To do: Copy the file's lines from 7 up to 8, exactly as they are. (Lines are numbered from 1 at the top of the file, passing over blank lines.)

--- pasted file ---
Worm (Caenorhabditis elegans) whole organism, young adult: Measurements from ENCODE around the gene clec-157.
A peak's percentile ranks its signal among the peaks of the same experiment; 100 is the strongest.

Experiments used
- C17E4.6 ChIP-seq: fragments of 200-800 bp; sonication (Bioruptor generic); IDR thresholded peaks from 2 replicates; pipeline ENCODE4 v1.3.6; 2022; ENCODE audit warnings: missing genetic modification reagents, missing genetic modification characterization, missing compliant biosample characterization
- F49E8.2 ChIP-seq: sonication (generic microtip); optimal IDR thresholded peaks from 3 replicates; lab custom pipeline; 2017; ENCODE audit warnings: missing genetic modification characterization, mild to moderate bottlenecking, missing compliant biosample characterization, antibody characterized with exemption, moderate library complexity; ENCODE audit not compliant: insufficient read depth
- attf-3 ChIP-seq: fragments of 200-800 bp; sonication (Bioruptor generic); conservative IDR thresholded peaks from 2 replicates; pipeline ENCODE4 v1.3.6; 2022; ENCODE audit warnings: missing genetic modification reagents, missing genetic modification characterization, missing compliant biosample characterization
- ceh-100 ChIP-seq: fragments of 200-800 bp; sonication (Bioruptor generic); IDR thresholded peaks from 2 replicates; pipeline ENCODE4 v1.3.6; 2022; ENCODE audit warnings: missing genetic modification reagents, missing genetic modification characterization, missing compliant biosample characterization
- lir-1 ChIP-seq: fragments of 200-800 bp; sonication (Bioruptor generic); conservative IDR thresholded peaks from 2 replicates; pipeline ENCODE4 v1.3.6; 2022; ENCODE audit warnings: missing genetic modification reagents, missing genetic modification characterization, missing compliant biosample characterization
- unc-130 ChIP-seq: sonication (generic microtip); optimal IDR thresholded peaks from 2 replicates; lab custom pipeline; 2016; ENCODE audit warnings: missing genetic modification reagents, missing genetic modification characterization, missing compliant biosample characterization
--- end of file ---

- ceh-100 ChIP-seq: fragments of 200-800 bp; sonication (Bioruptor generic); IDR thresholded peaks from 2 replicates; pipeline ENCODE4 v1.3.6; 2022; ENCODE audit warnings: missing genetic modification reagents, missing genetic modification characterization, missing compliant biosample characterization
- lir-1 ChIP-seq: fragments of 200-800 bp; sonication (Bioruptor generic); conservative IDR thresholded peaks from 2 replicates; pipeline ENCODE4 v1.3.6; 2022; ENCODE audit warnings: missing genetic modification reagents, missing genetic modification characterization, missing compliant biosample characterization